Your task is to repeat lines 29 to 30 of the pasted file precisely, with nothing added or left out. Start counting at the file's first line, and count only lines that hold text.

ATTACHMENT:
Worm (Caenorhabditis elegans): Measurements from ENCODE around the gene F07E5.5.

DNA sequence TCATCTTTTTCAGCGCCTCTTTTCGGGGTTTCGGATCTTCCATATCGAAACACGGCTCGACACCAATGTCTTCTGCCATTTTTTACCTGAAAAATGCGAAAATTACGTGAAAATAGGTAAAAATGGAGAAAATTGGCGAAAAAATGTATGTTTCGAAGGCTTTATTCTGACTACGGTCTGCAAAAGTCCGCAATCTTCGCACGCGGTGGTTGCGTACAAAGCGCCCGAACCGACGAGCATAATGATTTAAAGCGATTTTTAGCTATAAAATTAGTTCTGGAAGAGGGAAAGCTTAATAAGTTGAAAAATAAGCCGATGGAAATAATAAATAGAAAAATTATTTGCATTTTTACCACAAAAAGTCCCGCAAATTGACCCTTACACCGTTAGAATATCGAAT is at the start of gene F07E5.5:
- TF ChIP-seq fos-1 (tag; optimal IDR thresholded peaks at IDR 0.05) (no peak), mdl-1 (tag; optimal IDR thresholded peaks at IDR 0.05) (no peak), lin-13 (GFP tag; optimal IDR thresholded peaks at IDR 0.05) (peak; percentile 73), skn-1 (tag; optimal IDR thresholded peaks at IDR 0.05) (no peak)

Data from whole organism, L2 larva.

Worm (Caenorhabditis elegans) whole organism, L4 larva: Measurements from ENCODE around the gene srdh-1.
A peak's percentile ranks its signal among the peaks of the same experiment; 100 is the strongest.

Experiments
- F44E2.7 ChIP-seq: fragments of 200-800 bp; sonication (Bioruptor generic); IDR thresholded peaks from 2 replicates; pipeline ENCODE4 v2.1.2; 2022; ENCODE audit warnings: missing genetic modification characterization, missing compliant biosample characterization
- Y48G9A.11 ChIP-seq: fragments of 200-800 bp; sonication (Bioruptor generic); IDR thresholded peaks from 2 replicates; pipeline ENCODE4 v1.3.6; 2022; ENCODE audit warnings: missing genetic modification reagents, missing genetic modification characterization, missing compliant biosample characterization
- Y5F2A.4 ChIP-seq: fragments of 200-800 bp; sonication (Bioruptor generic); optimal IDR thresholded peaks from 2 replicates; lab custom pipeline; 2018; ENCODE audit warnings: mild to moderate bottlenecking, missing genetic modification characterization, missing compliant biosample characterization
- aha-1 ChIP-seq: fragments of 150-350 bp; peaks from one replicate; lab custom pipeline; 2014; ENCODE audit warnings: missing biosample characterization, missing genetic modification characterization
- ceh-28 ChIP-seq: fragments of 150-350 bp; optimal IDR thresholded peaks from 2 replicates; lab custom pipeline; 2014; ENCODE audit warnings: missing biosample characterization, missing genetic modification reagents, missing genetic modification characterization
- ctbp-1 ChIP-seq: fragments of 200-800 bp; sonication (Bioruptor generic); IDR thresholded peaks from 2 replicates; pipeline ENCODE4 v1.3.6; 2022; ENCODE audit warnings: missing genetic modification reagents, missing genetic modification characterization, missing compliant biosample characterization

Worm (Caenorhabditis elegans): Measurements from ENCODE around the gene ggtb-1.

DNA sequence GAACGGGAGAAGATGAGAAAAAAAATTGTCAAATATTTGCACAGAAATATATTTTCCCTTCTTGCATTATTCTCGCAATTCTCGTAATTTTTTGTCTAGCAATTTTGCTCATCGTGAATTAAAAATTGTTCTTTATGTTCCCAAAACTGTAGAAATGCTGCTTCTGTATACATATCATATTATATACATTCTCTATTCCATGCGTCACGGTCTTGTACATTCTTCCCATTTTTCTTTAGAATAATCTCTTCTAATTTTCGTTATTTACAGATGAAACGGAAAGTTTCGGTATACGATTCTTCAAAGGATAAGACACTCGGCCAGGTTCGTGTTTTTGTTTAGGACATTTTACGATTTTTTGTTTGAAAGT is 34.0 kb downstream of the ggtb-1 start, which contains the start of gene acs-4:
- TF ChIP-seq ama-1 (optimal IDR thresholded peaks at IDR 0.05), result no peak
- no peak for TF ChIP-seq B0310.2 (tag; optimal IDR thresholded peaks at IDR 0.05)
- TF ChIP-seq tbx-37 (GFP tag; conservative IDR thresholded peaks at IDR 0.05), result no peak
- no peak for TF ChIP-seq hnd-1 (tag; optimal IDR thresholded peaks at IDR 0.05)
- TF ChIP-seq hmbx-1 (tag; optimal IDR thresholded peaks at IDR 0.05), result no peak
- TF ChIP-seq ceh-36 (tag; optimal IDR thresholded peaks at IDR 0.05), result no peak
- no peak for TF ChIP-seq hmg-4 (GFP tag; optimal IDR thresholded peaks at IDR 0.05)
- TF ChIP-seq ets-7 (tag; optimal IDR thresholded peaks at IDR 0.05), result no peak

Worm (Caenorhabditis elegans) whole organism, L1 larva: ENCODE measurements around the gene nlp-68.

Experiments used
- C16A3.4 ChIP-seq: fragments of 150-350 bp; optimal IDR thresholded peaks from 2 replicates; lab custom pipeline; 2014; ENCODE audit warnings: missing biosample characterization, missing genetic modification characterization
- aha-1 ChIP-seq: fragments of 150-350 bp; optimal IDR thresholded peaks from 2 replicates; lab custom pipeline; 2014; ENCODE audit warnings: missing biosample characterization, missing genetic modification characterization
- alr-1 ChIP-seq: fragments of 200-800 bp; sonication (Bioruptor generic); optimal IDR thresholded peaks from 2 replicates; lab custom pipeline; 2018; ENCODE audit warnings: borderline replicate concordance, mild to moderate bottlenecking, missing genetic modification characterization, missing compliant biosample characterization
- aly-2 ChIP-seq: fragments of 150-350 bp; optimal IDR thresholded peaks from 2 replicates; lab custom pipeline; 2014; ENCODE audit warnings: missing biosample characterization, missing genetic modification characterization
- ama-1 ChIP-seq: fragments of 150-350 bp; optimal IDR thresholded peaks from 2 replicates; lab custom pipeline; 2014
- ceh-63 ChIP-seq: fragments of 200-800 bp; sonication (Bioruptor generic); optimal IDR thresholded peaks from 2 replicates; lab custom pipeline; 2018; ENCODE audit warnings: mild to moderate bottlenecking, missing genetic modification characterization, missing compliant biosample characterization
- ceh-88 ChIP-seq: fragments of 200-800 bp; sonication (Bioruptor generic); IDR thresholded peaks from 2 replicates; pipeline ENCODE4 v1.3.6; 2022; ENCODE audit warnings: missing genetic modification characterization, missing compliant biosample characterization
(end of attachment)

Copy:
- aly-2 ChIP-seq: fragments of 150-350 bp; optimal IDR thresholded peaks from 2 replicates; lab custom pipeline; 2014; ENCODE audit warnings: missing biosample characterization, missing genetic modification characterization
- ama-1 ChIP-seq: fragments of 150-350 bp; optimal IDR thresholded peaks from 2 replicates; lab custom pipeline; 2014